I vacuumed the air conditioning system and added ~37 oz. of R134a. The air conditioning now works great, and I’ve verified with a meat thermometer that it’s blowing about 40 degrees F — right where it should be.
The brake pedal no longer sinks to the floor when holding the pedal down. Flushing and bleeding seem to have done the trick. I still have not inspected the pads or rotors, however.
I sanded and painted with truck bed liner (this stuff from Harbor Freight) the tailgate and the camper shell. I replaced the shell’s window pistons. I also silicone-sealed the camper shell’s windows. Kevin and I applied some Frost King camper seal tape and installed six proper camper shell clamps.
I replaced the passenger side headlight, which was a more involved project than I had thought it would be. If you need to replace one of these in the future, there are two 10mm nuts behind the headlight that hold it in place. They aren’t easy to see, but they are there.
I’ve made considerable progress toward getting the grease system working. I plumbed the grease tank to the engine compartment and installed the filter/heat exchanger (bolted to the side of the alternator bracket). I discovered that I am missing the fitting that lets me connect the top of the filter/heat exchanger to the coolant return line to the water pump, but I ordered a replacement for $9 from GreaseCar. Upon further investigation, however, it appears they use a different fitting if you’re going to use a temperature sensor with the Co-Pilot computer (which isn’t even made anymore) — so maybe that fitting is in the box with the Co-Pilot. I need to look.
I ordered a coolant filter kit and installed it. Since installing it and installing the Greasecar kit both require coolant to be drained from the engine — and since I wanted a coolant filter — I decided to do both projects at the same time. I’m replacing the coolant with some pink Fleet Charge I got at Tractor Supply. I also installed a flush tee and flushed the cooling system with three quarts of Evap-O-Rust Thermocure. That stuff seems to work well, but be sure to wear gloves; it caused the skin to peel off both my hands.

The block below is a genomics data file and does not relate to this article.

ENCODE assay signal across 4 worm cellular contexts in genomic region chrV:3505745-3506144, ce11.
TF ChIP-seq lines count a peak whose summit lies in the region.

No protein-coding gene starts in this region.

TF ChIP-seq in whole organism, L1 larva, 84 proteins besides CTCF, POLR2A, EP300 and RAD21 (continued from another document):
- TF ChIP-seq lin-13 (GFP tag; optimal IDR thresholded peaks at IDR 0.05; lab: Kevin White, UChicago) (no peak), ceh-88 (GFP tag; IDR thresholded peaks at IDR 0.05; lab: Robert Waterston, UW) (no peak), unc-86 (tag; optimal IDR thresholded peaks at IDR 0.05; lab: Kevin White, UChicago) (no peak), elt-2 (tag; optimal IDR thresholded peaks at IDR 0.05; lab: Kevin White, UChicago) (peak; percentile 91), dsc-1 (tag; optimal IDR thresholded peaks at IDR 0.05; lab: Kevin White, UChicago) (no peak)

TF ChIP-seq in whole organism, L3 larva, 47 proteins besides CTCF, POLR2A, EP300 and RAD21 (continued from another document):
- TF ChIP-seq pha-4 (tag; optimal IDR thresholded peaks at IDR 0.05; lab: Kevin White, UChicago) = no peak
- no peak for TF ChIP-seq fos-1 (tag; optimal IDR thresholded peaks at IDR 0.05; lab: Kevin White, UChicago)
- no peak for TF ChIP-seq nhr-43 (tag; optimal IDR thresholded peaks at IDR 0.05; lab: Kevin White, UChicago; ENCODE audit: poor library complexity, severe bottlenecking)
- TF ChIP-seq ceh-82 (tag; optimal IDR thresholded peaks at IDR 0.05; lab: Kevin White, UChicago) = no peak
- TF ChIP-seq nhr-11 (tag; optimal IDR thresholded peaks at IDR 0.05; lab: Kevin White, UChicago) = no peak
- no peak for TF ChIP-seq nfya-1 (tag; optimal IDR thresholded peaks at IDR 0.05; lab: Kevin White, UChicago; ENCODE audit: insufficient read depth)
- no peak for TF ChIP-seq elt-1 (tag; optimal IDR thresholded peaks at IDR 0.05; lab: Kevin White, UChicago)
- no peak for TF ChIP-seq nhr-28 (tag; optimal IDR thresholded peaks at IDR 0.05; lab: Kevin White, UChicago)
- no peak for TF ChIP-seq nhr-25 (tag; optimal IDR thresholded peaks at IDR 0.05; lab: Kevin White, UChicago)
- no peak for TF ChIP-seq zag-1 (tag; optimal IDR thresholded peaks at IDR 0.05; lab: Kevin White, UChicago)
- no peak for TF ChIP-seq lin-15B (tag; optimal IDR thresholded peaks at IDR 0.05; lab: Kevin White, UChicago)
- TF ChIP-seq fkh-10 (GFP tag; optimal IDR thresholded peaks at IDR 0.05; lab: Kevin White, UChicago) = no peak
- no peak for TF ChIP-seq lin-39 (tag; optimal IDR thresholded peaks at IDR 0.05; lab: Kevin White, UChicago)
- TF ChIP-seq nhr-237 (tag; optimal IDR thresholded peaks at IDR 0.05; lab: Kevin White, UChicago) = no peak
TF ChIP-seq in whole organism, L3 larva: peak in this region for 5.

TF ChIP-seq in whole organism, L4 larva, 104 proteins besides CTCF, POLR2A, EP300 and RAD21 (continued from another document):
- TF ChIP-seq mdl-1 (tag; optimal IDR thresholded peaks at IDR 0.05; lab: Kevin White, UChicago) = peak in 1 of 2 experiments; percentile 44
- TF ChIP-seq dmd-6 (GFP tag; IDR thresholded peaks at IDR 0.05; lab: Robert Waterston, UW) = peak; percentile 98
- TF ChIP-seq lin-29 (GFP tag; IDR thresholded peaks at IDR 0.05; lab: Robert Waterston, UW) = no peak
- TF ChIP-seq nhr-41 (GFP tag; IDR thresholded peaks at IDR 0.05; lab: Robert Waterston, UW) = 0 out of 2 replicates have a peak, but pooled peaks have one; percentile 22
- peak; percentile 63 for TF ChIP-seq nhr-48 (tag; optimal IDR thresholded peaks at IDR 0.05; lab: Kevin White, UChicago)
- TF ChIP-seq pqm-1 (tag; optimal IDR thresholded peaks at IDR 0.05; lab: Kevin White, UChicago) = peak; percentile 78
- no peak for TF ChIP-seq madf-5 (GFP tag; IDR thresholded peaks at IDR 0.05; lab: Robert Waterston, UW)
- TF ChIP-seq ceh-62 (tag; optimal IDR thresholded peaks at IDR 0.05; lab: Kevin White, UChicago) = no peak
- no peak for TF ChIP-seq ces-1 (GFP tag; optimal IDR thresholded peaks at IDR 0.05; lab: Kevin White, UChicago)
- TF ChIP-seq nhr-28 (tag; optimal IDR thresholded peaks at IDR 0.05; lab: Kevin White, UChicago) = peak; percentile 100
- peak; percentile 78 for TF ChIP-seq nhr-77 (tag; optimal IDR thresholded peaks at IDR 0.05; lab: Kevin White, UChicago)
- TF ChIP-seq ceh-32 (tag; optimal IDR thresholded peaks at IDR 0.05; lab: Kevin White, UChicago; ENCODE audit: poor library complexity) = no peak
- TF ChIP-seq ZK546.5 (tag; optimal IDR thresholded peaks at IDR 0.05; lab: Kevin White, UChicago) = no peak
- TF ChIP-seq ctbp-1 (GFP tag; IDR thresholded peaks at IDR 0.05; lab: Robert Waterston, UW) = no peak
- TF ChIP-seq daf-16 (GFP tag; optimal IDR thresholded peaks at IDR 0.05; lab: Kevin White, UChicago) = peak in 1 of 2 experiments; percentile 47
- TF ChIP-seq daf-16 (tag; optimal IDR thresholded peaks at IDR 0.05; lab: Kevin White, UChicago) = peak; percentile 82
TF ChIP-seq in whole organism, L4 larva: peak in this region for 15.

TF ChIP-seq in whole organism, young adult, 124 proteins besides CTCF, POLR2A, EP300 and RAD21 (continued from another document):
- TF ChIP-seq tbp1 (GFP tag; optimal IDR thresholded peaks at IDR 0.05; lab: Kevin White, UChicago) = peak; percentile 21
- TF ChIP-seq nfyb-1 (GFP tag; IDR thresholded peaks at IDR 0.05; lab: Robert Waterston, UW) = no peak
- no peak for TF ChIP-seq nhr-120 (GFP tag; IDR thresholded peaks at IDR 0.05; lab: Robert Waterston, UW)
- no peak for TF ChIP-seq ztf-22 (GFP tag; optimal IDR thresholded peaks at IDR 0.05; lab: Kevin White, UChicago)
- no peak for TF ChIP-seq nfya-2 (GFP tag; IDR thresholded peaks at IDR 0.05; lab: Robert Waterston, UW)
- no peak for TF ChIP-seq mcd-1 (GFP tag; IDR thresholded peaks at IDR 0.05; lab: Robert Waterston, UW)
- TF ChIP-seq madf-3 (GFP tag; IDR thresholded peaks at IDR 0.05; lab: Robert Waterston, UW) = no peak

I drained the transmission (so nice to have a drain plug!) but was surprised to only get about two gallons of ATF out of it, when I was expecting a little more than twice that much. Then I remembered that the torque converter holds about half the fluid, so I’m going to have to rotate the TC drain plug into view and drain it, too. This transmission takes plain old Dex/Merc, so that’s easy and cheap.
I drained the transfer case; it also takes Dex/Merc.
- install some canoe rails I ordered
- Replace the camper shell glass locks with these so I have keys that work
- drain the torque converter
- take the transmission pan off, clean it, and replace the filter and pan gasket, and then refill the transmission
- refill the transfer case
- Finish plumbing the coolant lines to the grease system so I can refill the coolant system
And there’s more: I ordered five BFGoodrich LT285/75R-16 All-Terrain T/A KO2 E tires from Tire Rack ( a non-stock size, but according to my research, they’ll fit with minimal rubbing, probably only at full lock) and five Black Rock 942 Type D steel 16×8 rims. Tire Rack is mounting and balancing the tires and shipping them to me, so all I have to do is put them on.
Longer-term, I want to rebuild the turbocharger with a kit I bought on eBay (an SP TurBoost 813-1001-001, 817-1004-002F), and I want to replace the exhaust system from the turbo to the rear of the truck. Those two kind of go hand-in-hand, since I will have to remove the turbo to rebuild it, and that’s a good time to R&R the exhaust system.